Since thrombin (serine protease) enables the conversion of fibrinogen into fibrin during the coagulation cascade, its inhibition prevents the development of thrombus.

Dabigatran also inhibits free thrombin, fibrin-bound thrombin and thrombin-induced platelet aggregation.

Pharmacokinetics

After oral administration, dabigatran etexilate is rapidly and completely converted to dabigatran, which is the active form in plasma. The cleavage of the prodrug dabigatran etexilate by esterase-catalyzed hydrolysis to the active principle dabigatran is the predominant metabolic reaction. The absolute bioavailability of dabigatran following oral administration of dabigatran etexilate mesylate was approximately 6.5%.

After oral administration of dabigatran etexilate mesylate in healthy volunteers, the pharmacokinetic profile of dabigatran in plasma is characterized by a rapid increase in plasma concentrations with Cmax attained within 0.5 and 2.0 hours post administration.

Absorption

A study evaluating post-operative absorption of dabigatran etexilate, 1-3 hours following surgery, demonstrated relatively slow absorption compared with that in healthy volunteers, showing a smooth plasma concentration-time profile without high peak plasma concentrations. Peak plasma concentrations are reached at 6 hours following administration in a postoperative period due to contributing factors such as anesthesia, gastrointestinal paresis, and surgical effects independent of the oral medicinal product formulation. It was demonstrated in a further study that slow and delayed absorption is usually only present on the day of surgery. On subsequent days absorption of dabigatran is rapid with peak plasma concentrations attained 2 hours after medicinal product administration.

Food does not affect the bioavailability of dabigatran etexilate but delays the time to peak plasma concentrations by 2 hours.

The oral bioavailability may be increased by 75% after a single dose and 37% at steady state compared to the reference capsule formulation when the pellets are taken without the hydroxypropyl methylcellulose (HPMC) capsule shell. Hence, the integrity of the HPMC capsules should always be preserved in clinical use to avoid unintentionally increased bioavailability of dabigatran etexilate. Therefore, patients should be advised not to open the capsules and taking the pellets alone (e.g. sprinkled over food or into beverages).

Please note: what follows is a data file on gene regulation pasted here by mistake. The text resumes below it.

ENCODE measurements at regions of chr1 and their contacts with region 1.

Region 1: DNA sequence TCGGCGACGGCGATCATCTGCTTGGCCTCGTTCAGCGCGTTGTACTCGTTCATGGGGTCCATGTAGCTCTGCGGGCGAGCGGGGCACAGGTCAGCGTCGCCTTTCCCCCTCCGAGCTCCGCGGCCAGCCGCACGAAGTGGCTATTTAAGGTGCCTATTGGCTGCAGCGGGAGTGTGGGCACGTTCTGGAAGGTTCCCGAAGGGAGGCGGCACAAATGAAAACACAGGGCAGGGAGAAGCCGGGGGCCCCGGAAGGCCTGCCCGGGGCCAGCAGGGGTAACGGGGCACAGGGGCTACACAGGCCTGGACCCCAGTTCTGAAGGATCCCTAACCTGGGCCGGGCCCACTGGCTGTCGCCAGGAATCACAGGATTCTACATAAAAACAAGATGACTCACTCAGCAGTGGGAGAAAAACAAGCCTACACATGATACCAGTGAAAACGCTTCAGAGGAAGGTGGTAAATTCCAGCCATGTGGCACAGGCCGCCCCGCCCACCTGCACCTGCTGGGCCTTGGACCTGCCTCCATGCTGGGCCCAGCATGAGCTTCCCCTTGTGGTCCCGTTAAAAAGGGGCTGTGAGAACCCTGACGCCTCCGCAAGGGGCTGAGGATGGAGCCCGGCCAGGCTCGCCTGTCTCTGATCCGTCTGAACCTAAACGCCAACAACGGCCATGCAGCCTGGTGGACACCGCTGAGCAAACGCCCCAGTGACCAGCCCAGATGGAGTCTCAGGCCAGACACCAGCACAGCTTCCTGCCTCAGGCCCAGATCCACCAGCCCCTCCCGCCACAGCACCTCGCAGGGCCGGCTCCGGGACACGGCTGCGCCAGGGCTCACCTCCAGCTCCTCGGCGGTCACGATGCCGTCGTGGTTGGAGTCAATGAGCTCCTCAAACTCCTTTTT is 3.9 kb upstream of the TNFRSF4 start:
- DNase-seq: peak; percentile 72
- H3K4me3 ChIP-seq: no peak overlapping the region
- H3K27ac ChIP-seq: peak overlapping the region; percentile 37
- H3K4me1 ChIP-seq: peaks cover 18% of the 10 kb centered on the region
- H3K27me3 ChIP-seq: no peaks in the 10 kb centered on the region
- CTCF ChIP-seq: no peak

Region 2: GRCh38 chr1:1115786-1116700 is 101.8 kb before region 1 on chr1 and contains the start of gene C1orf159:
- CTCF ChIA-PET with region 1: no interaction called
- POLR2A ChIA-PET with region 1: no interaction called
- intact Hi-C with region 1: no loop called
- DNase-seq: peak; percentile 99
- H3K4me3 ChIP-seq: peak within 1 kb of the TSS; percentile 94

Distribution

Low (34-35%) concentration independent binding of dabigatran to human plasma proteins was observed. The volume of distribution of dabigatran of 60–70 L exceeded the volume of total body water indicating moderate tissue distribution of dabigatran.

Cmax and the area under the plasma concentration-time curve were dose proportional. Plasma concentrations of dabigatran showed a biexponential decline with a mean terminal half-life of 11 hours in healthy elderly subjects. After multiple doses a terminal half-life of about 12-14 hours was observed. The half-life was independent of dose. Half-life is prolonged if renal function is impaired as shown in table 1.

Biotransformation

Metabolism and excretion of dabigatran were studied following a single intravenous dose of radiolabeled dabigatran in healthy male subjects. After an intravenous dose, the dabigatran-derived radioactivity was eliminated primarily in the urine (85%). Fecal excretion accounted for 6% of the administered dose. Recovery of the total radioactivity ranged from 88-94% of the administered dose by 168 hours post dose.